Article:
Monsieur Roscoe On Holiday

Monsieur Roscoe On Holiday
Jim Field
Hodder Children’s Books

Jim Field has clearly been doing a fair bit of sitting on his own sit-upon, as he’s both author and illustrator of this picture book. The aim (as well as to entertain) is to set youngsters on a journey to becoming bi-lingual as they join the enormously endearing Monsieur Roscoe and his goldfish, Fry, for a holiday.

First comes the packing – always a bothersome task – and then with luggage loaded behind, it’s onto his bike and away through the big city to the railway station to catch the train.

It’s a close call, but fairly soon it’s time to meet up with Eva for a spot of camping. Learning to put up a tent courtesy of your rabbit friend, once you get to the campsite isn’t the best idea Monsieur R. even if you have come with all the gear.

Next morning Monsieur Roscoe and Fry bid ‘au revoir’ to Eva and board a bus bound for the ski slopes where there’s a rendezvous with another friend, Stan. Seemingly our canine holidaymaker has hidden talents …

The next destination appears a whole lot more peaceful. Caro is certainly happy to see her friends and even allows Monsieur Roscoe to take the wheel of her speedboat but it’s evident that a certain dog needs to hone his steering skills when it comes to watercraft.

The penultimate stop is the seaside where Jojo and Didi eagerly greet the new arrivals. After a splash dans la mer comes the last leg of the journey and a meet up with Dougal duck for a spot of indulgence at the busy village café.

However, even the most charming of travellers must go home eventually, and so it is with Monsieur Roscoe and Fry. Assuredly they’ll have lots to tell their friends back in their home city and who knows, perhaps after a good night’s sleep the two of them will start thinking about their next adventure …

Jim introduces youngsters to plenty of common French words and phrases in the course of this story of the delightful duo. Every double spread has a wealth of humorous detail to explore and giggle over; Fry is an absolute hoot

and there’s even a seek-and-find element to the whole thing, for on the final page are lists of items to spot at the six locations featured.

Bravo Monsieur Field – un livre divertissant et éducatif.

The Diddle That Dummed

The Diddle That Dummed
Kes Gray and Fred Blunt
Hodder Children’s Books

Oh my goodness, this book has given me the first really big laugh I’ve had since the lockdown, It’s utterly hilarious team Kes and Fred, and appealed most strongly to my sense of humour as well as to my divergent nature.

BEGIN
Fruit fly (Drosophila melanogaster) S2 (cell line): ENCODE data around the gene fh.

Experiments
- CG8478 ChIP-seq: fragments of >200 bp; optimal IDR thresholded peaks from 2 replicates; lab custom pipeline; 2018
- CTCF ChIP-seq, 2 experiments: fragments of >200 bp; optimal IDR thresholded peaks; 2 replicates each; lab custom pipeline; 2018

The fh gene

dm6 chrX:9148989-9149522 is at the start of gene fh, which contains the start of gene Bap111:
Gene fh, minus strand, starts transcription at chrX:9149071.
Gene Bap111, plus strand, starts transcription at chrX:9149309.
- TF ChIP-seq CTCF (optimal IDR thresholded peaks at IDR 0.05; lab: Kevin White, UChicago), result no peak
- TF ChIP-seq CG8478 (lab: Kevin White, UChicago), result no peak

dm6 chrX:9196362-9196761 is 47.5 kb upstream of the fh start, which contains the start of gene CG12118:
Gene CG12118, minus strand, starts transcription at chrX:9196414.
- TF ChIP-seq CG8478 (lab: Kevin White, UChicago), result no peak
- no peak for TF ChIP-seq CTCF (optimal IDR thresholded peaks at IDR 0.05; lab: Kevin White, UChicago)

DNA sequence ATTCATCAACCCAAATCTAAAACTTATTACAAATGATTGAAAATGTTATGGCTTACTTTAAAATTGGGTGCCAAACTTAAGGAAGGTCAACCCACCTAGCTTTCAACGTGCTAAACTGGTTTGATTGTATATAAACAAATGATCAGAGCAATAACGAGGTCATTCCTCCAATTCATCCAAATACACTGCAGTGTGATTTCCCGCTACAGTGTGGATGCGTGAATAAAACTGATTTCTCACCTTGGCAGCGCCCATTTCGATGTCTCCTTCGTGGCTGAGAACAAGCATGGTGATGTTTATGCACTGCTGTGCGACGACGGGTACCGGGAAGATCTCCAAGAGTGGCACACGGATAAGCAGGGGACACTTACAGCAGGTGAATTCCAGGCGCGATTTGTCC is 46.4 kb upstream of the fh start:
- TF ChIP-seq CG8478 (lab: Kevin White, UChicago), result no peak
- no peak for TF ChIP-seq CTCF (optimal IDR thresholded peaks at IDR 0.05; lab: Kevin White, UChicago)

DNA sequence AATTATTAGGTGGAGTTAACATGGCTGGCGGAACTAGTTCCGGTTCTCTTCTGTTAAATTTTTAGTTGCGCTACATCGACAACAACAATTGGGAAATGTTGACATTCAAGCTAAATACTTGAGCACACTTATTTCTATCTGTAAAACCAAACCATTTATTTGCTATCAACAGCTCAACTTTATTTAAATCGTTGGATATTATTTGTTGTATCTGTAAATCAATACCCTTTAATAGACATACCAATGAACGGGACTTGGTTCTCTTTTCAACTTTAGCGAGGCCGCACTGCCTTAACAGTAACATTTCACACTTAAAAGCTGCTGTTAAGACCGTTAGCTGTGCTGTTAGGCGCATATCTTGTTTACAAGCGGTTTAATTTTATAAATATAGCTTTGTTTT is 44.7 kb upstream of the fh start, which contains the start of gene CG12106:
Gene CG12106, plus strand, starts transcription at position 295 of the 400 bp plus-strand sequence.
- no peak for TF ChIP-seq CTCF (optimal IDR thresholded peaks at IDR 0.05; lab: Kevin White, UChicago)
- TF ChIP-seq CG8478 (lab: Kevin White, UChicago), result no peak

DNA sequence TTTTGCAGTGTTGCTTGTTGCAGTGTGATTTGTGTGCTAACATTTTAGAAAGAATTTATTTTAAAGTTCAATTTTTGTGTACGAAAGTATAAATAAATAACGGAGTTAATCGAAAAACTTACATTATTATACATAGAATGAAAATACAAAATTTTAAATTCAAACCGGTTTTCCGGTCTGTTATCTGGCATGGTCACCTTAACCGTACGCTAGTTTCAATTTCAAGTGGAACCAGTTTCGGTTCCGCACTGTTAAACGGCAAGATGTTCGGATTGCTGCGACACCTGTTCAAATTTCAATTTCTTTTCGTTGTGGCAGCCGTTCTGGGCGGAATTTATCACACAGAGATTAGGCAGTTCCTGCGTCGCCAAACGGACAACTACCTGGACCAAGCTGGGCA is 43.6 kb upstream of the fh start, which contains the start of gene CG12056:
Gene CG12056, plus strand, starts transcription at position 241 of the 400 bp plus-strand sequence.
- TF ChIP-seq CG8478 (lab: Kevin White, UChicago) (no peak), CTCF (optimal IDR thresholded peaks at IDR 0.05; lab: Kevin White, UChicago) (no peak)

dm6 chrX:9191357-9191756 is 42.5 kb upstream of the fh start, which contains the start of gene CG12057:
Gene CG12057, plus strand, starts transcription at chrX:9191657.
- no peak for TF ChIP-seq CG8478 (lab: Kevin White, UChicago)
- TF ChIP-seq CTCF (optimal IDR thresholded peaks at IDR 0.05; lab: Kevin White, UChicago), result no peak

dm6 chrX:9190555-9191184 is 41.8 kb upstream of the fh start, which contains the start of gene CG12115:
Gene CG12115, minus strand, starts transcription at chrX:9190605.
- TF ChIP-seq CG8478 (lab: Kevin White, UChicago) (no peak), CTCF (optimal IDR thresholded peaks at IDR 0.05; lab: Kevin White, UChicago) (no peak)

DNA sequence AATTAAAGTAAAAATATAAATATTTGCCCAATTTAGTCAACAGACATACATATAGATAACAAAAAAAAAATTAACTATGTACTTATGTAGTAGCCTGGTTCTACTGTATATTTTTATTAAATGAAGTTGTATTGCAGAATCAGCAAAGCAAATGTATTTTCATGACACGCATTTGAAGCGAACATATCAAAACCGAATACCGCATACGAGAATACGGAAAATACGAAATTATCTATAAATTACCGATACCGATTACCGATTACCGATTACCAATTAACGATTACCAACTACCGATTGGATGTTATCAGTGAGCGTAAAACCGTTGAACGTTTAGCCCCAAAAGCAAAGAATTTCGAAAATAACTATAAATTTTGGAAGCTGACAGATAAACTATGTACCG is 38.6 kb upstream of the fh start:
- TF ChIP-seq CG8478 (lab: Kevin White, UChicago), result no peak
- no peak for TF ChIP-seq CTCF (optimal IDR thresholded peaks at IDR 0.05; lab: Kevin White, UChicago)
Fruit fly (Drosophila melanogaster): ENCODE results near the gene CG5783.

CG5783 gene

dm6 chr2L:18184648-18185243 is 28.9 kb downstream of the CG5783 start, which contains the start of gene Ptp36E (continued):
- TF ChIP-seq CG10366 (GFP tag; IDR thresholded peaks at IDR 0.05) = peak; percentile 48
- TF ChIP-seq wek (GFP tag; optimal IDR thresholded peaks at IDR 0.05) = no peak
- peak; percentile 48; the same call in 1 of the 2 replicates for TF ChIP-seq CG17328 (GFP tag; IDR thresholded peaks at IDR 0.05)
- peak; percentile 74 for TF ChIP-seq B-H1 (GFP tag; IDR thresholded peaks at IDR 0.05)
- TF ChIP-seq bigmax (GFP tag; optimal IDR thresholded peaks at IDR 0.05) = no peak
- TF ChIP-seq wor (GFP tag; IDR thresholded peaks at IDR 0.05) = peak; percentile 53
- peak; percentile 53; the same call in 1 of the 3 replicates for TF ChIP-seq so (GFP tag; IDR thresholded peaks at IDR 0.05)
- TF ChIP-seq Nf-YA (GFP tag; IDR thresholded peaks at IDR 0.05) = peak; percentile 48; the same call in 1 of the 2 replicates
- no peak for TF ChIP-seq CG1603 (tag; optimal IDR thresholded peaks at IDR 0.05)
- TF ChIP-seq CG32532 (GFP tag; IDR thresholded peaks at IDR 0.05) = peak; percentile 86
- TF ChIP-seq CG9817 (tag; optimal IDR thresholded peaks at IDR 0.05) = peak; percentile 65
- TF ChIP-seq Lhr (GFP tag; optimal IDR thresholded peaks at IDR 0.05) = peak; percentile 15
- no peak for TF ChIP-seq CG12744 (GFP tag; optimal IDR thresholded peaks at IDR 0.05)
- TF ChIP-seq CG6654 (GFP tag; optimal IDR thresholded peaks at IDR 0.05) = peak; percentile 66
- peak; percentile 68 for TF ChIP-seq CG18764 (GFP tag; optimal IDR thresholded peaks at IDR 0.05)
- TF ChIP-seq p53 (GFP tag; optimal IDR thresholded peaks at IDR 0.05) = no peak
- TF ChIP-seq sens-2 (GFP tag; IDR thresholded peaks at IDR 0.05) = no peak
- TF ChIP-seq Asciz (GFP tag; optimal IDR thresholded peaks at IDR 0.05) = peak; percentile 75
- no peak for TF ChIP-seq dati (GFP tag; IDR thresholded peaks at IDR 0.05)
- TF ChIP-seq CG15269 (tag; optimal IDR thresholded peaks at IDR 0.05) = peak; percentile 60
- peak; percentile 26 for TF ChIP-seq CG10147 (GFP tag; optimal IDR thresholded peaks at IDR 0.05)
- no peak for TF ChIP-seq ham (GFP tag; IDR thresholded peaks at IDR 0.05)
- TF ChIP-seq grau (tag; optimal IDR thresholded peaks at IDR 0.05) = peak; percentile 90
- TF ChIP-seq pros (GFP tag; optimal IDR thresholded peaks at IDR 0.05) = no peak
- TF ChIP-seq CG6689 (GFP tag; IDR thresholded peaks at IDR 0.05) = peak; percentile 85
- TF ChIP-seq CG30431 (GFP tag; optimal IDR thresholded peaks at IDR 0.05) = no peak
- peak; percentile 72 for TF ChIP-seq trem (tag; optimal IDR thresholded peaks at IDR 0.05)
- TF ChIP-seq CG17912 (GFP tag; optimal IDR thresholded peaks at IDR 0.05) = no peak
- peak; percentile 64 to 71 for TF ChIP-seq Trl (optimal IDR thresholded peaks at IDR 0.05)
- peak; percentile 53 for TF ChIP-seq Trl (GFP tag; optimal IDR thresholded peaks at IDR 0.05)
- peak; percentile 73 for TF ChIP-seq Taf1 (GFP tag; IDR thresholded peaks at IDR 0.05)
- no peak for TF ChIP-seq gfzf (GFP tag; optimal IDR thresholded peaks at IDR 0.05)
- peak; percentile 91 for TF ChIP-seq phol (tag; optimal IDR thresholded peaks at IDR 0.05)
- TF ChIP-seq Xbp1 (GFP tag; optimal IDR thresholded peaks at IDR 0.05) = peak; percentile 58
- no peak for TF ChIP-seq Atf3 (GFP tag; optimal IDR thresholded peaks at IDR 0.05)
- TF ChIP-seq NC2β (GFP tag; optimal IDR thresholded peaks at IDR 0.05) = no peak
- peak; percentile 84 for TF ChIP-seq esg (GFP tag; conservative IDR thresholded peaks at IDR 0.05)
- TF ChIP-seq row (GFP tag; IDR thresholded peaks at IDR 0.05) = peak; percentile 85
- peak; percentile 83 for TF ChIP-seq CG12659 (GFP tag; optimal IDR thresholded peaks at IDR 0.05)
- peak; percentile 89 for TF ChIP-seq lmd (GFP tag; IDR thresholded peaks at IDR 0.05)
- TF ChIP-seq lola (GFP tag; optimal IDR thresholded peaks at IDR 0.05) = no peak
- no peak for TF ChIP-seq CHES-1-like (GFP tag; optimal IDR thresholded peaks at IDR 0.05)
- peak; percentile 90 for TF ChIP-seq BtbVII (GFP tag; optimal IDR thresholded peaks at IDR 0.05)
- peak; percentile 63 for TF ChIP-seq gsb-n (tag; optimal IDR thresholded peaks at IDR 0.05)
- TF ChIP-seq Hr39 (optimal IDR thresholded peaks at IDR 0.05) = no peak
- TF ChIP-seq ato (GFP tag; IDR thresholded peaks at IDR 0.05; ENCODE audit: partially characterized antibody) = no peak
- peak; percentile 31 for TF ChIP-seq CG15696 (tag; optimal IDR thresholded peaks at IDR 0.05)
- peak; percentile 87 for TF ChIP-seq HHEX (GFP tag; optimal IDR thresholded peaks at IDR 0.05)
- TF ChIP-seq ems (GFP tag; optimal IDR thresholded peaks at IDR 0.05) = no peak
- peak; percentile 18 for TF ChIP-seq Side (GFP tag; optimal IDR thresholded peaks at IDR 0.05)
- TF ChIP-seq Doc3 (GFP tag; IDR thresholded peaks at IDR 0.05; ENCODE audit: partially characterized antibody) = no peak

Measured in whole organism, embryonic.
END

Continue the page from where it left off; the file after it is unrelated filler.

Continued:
So let’s meet the cast: first is musician Flinty Bo Diddle who at the time our story starts is busy composing a tune to play upon his fiddle. Things go swimmingly at first with twenty nine diddles doing just as they ought but there has to be one doesn’t there, for the thirtieth note decides to make itself a dum.

How dare it – and half way through the tune at that.

A furious Flinty demands that the culprit confess. It does and the music starts up again with the dumming diddle consenting to another try. You can guess what happens with regard to Flinty,

and now all the other diddles turn on the dummer; the poor thing seems rather dumfounded but suggests being put first.

Diddles duly reshuffled, off they go again – err? Oops!

Maybe being placed as the final note might do the trick but …

What about changing the tune altogether suggests the dumming diddler. Flinty agrees though clearly a change of instrument is required.

The dums go well – for a while at least then …

Now those adults who happen to be teachers might recognise the sudden urge for a loo visit that is requested by our dear dumming diddle

especially as it precipitates a chain reaction.

The ending is beyond priceless and almost made my partner fall off his stool as I read it to him over coffee.

Brilliantly bonkers and a perfect antidote to lockdown blues.

Ready Rabbit?

Ready Rabbit?
Fiona Roberton
Hodder Children’s Books

Why is Rabbit hiding away inside a big box instead of getting ready to go to the party?

Seemingly the poor little creature is anything but keen on going; in fact he’s flatly refusing.

What’s needed is some gentle mind-changing persuasion and reassurance with regard to loud noise, the possibility of strange beasties lurking, as well as that no meanies will be present.

Best to focus on the exciting things that will be part and parcel of the party; things like friends,

yummy cake, games, dancing, balloons, presents and most important Rabbit’s favourite food.

Mind changed, now little Rabbit just needs to decide on what to wear and then outfit chosen,

off he goes.
The party proves to be all his encouraging adult (off scene) promised but now it appears that there’s another guest in need of a bit of encouragement …

Beautifully observed and portrayed, Fiona’s sweet story is delightful. It should go a long way towards showing anxious little ones how their big worries can disappear if like Rabbit, they practice positive thinking.